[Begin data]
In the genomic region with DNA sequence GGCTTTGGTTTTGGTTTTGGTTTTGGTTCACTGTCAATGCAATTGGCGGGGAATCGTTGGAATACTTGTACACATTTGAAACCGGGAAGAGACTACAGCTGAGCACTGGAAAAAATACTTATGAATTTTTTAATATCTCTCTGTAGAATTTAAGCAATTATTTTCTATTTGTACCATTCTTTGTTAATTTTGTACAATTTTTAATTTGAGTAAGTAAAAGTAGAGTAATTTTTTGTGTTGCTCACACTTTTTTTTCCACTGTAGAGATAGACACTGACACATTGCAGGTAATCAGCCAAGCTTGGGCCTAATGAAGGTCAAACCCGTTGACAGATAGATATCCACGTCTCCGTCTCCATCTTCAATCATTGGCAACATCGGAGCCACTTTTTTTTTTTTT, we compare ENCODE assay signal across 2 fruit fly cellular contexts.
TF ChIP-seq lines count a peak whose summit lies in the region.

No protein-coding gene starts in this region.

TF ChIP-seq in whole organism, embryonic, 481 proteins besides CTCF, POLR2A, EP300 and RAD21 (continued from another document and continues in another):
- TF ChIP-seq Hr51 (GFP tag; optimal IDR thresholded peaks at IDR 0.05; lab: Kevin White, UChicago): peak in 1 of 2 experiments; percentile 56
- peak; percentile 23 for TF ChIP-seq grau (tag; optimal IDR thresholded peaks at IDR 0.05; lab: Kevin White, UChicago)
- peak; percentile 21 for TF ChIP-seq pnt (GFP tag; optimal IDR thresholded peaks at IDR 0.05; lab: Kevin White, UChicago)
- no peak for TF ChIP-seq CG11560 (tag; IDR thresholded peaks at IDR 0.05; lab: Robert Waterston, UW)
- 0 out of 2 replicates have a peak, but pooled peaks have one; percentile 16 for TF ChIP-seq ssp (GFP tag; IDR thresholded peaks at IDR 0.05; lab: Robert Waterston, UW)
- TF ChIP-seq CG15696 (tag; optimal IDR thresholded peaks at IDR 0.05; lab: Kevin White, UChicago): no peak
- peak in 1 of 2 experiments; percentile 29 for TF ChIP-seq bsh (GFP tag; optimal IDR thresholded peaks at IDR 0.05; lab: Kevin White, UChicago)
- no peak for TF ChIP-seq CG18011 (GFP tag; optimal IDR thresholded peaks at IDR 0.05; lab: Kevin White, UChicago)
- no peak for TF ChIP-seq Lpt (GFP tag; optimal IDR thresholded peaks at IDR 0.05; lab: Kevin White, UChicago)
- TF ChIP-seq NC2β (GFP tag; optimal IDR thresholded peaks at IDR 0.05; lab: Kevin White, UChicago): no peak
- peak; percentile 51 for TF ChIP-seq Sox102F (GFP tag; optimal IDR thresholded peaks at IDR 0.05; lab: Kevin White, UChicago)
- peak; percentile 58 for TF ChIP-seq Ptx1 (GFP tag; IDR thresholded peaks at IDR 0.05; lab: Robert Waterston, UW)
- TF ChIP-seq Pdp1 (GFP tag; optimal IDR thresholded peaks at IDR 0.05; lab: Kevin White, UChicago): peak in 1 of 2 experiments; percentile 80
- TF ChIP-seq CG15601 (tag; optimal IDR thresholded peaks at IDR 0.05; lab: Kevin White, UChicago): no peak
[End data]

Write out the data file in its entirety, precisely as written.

In the genomic region with DNA sequence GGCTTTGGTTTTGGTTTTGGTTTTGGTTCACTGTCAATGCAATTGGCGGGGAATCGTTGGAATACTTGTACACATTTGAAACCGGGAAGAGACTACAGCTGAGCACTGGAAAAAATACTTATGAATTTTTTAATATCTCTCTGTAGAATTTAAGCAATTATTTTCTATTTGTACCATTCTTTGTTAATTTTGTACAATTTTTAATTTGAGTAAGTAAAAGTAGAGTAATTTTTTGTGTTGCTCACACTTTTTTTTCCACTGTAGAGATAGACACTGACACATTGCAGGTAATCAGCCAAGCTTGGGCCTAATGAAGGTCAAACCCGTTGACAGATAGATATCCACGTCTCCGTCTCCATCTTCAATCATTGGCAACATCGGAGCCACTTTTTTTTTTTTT, we compare ENCODE assay signal across 2 fruit fly cellular contexts.
TF ChIP-seq lines count a peak whose summit lies in the region.

No protein-coding gene starts in this region.

TF ChIP-seq in whole organism, embryonic, 481 proteins besides CTCF, POLR2A, EP300 and RAD21 (continued from another document and continues in another):
- TF ChIP-seq Hr51 (GFP tag; optimal IDR thresholded peaks at IDR 0.05; lab: Kevin White, UChicago): peak in 1 of 2 experiments; percentile 56
- peak; percentile 23 for TF ChIP-seq grau (tag; optimal IDR thresholded peaks at IDR 0.05; lab: Kevin White, UChicago)
- peak; percentile 21 for TF ChIP-seq pnt (GFP tag; optimal IDR thresholded peaks at IDR 0.05; lab: Kevin White, UChicago)
- no peak for TF ChIP-seq CG11560 (tag; IDR thresholded peaks at IDR 0.05; lab: Robert Waterston, UW)
- 0 out of 2 replicates have a peak, but pooled peaks have one; percentile 16 for TF ChIP-seq ssp (GFP tag; IDR thresholded peaks at IDR 0.05; lab: Robert Waterston, UW)
- TF ChIP-seq CG15696 (tag; optimal IDR thresholded peaks at IDR 0.05; lab: Kevin White, UChicago): no peak
- peak in 1 of 2 experiments; percentile 29 for TF ChIP-seq bsh (GFP tag; optimal IDR thresholded peaks at IDR 0.05; lab: Kevin White, UChicago)
- no peak for TF ChIP-seq CG18011 (GFP tag; optimal IDR thresholded peaks at IDR 0.05; lab: Kevin White, UChicago)
- no peak for TF ChIP-seq Lpt (GFP tag; optimal IDR thresholded peaks at IDR 0.05; lab: Kevin White, UChicago)
- TF ChIP-seq NC2β (GFP tag; optimal IDR thresholded peaks at IDR 0.05; lab: Kevin White, UChicago): no peak
- peak; percentile 51 for TF ChIP-seq Sox102F (GFP tag; optimal IDR thresholded peaks at IDR 0.05; lab: Kevin White, UChicago)
- peak; percentile 58 for TF ChIP-seq Ptx1 (GFP tag; IDR thresholded peaks at IDR 0.05; lab: Robert Waterston, UW)
- TF ChIP-seq Pdp1 (GFP tag; optimal IDR thresholded peaks at IDR 0.05; lab: Kevin White, UChicago): peak in 1 of 2 experiments; percentile 80
- TF ChIP-seq CG15601 (tag; optimal IDR thresholded peaks at IDR 0.05; lab: Kevin White, UChicago): no peak